You will probably find as many different answers to the question as the number of people you ask, even though some may be similar.
But the question begs another question that is worthwhile considering, a question to which only you have the answer: What is your test for a good relationship, a relationship that you would not think of leaving?
Is your test for a good relationship the amount of time you spend together? Is it the frequency of expressions of love or appreciation? Is it being understood? Being taken care of? Being provided for? Being considered or thought of? Being put first? Must your relationship pass all these tests…and more?
Which of your tests are more important or less important to you? Which tests can be overlooked or put aside? Which tests have to be met? And how often and how many times must your relationship pass the tests?
When you compare your relationship with other relationships, what’s your test for stacking up favorably? Is it the longevity of the relationship? Is it the displays of affection or solidarity? Is it accomplishments? Is it all of the above…and more?
A truth: Whether you leave a relationship or not, you will be disappointed in what comes next because your expectations are rooted in a fantasy that a relationship can pass all of your tests all the time as long as you live. How do we know that? Because when one of your expectations is not met – no matter how many of your expectations have been fulfilled – you get upset! Like everyone else, you are destined to upsets and disappointments in all of your relationships, no matter how good they are.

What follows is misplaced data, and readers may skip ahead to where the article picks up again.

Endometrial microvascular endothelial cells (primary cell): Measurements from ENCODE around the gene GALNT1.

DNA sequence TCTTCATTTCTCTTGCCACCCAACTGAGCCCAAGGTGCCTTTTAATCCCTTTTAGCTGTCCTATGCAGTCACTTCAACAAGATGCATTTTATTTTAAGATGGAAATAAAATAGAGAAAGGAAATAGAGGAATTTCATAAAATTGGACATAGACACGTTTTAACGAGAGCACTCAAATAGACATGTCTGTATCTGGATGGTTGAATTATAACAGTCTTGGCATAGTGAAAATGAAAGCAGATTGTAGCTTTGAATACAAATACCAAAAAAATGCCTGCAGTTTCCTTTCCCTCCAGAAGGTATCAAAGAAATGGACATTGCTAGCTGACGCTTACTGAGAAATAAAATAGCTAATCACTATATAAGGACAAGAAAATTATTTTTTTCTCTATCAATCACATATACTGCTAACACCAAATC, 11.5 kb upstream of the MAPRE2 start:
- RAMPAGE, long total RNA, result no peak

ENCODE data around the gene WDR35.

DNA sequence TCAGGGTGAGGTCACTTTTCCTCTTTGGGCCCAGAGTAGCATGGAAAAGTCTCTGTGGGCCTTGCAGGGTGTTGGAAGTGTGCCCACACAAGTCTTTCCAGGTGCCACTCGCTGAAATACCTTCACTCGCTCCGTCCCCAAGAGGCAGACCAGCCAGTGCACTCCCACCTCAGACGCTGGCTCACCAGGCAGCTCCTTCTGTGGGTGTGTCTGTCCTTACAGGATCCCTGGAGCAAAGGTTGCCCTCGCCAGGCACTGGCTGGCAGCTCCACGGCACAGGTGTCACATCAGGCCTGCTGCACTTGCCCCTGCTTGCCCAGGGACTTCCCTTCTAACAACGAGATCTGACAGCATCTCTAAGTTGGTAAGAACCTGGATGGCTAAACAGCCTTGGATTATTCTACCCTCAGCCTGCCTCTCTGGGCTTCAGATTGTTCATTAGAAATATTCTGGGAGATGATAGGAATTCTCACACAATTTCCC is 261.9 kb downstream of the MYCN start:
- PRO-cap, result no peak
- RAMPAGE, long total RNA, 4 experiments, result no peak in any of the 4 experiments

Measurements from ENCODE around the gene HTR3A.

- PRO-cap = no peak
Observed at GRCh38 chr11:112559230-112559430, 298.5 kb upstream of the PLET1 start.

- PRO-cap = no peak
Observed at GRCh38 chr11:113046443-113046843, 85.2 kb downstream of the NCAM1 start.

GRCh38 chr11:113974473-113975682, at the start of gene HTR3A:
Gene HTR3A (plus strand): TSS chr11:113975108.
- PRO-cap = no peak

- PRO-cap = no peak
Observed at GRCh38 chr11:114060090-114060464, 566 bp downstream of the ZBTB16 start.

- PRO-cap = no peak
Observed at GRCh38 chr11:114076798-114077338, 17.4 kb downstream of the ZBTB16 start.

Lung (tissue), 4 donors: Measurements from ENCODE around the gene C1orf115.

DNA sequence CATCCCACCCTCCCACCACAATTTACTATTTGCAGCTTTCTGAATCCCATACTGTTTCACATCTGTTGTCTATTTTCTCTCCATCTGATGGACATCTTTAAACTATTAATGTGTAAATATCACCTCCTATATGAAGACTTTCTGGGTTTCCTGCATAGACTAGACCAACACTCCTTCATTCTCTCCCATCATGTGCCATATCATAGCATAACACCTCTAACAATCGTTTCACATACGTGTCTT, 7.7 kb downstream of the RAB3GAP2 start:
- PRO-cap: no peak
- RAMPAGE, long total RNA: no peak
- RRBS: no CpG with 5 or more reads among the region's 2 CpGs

It’s not up to anyone, except yourselves, to say if or when it is time to leave a relationship. If the truth is told, you have had – and will continue to have – many times when your relationships do not pass your tests, and so you have good reasons to leave. The question is, “What might be just beyond leaving?”
Our story: Last month, we celebrated 55 years of marriage. In those years, we encountered many, many times in which we didn’t pass our own tests for a good relationship. In fact, around year 10, it looked like it would be a very good idea for us to end our marriage. But we didn’t end it because we had made a promise in our wedding to honor each other by honoring our promises – until death parts us.
Our reward for hanging in there beyond our inevitable upsets and disappointments has been a deepening of our love and appreciation for each other and an expanding experience of the wonder, joy and power of relationship.
We’re available, and even eager, to share what we’ve discovered over the last 15 years of our 55-year journey that may assist others through the “When is it time to leave a relationship ?” dilemma. Call us.